Gardiner’s battle over bog turtles

Development site could be habitat for endangered species

By Katherine Donlevy
Posted 8/12/20

A plan to expand the size of Kimlin Energy’s parking lot sparked a dispute about the protection of bog turtles, an endangered species suspected to inhabit the desired lot, at the Town of …

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Gardiner’s battle over bog turtles

Development site could be habitat for endangered species

Posted

A plan to expand the size of Kimlin Energy’s parking lot sparked a dispute about the protection of bog turtles, an endangered species suspected to inhabit the desired lot, at the Town of Gardiner Planning Board’s Aug. 4 meeting.

“It seems like every time we start talking about environmental issues or endangered species, it becomes something that we want to sweep under the table,” said Carol Richman, a claim disputed by Chairperson Paul Colucci.

Richman was urging her fellow board mates to reject a study conducted to determine whether the 14 Steves Lane site is habitable for the small reptiles. The study, conducted by Ecological Solutions biologist Michael Nowicki a month prior, evaluated the wetlands area for three aspects consistent with bog turtle residencies: suitable hydrology, suitable soils and suitable vegetation. Despite finding groundwater discharge and sedges, foliage Raymond Sokolov argued fit the characteristics of bog turtle habitats, Nowicki concluded that “there is no potential bog turtle habitat at this location.”

“We have water and we have sedge and that’s the minimum requirement, so it seems to me that we’re not getting a straight account here,” said Sokolov before adding, “He’s reached this insane conclusion after describing vegetation and water that has previously been defined as typical of a bog turtle habitat.”

A motion made by Richman at the July 28 meeting, the first half of the Aug. 4 meeting, to have a second biologist assess the wetland in order to determine the authenticity of Nowicki’s report. Richman admitted that she could be wrong in doubting Nowicki’s conclusion, but she figured it would be better to be safe than sorry. Colucci, however, felt the second assessment at cost to the applicant was an unfair additional requirement in its effort to expand it’s parking lot.

“For us to tell the applicant that we do not accept this report I think is not right,” said the chairperson. “It’s not our job to challenge a certified consultant in the field, a recognized biologist that I told you in the last meeting that this town uses as well as every other town in this county uses ... we have this document in front of us that says he believes that there is not a habitat, or that the bog turtle does not exist. What are we going to do?”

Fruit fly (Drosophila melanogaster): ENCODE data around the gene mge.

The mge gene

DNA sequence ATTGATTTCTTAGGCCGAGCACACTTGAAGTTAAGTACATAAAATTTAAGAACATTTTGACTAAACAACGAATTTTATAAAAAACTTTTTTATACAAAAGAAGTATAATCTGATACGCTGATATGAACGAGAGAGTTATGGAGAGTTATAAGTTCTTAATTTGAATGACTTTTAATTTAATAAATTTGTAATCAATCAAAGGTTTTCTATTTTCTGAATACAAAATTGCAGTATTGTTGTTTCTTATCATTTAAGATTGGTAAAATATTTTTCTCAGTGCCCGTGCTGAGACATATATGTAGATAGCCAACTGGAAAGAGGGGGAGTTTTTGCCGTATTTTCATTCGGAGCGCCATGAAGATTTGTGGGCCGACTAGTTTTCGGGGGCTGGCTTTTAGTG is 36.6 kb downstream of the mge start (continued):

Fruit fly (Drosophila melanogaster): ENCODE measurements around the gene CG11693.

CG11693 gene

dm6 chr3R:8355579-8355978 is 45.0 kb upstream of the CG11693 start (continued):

Kimlin Energy’s application to expand its parking lot also raised concerns over noise, safety and traffic flow, which Colucci noted were aspects that were just as important when considering the process, but which attention was being diverted from over the issue of turtles.

In the end, Colucci suggested that Nowicki join the Planning Board at its next meeting in order to present and explain his conclusion in an effort to alleviate Richman and Sokolov’s concerns for the endangered species. If still unsatisfied following the biologist’s explanation, Richman’s original motion to send another biologist from an organization of her recommendation would be revisited.

The Town of Gardiner Planning Board also heard an application from Heartwood Wildflower Farms for its site plan review. The proposal for the eco-resort development seeks to feature a 70-room hotel complete with a spa, farm, restaurant and goat farm while remaining net-zero energy and sustainable. The Planning Board previously granted a special permit to developer Phillip Rappaport.

The proposal faced controversy after the Friends of Gardiner sought to overturn the entire project, providing 13 causes of action cited in an Article 78 petition, but the State of New York Supreme Court in the County of Ulster ordered the complaint to be adjourned in February.

Rappaport provided the board with current updates, including the dimensions of the goat house set to be 480-square-feet, its current plans to only admit 60 guests to accommodate social distancing guidelines in the era of the pandemic and a timeline that has the facility opening in summer 2022 - the crew broke ground for construction in June. A public hearing for the Heartwood Wildflower Farm is expected later in the month.

In other board business, the Planning Board scheduled two site visits - for a special permit application on Sparking Ridge Road to allow for a kitchenette in a garage apartment and for a Shelton Road residence to build a single family home. All applications heard in the nearly four hour meeting will follow up in some form in future meetings.

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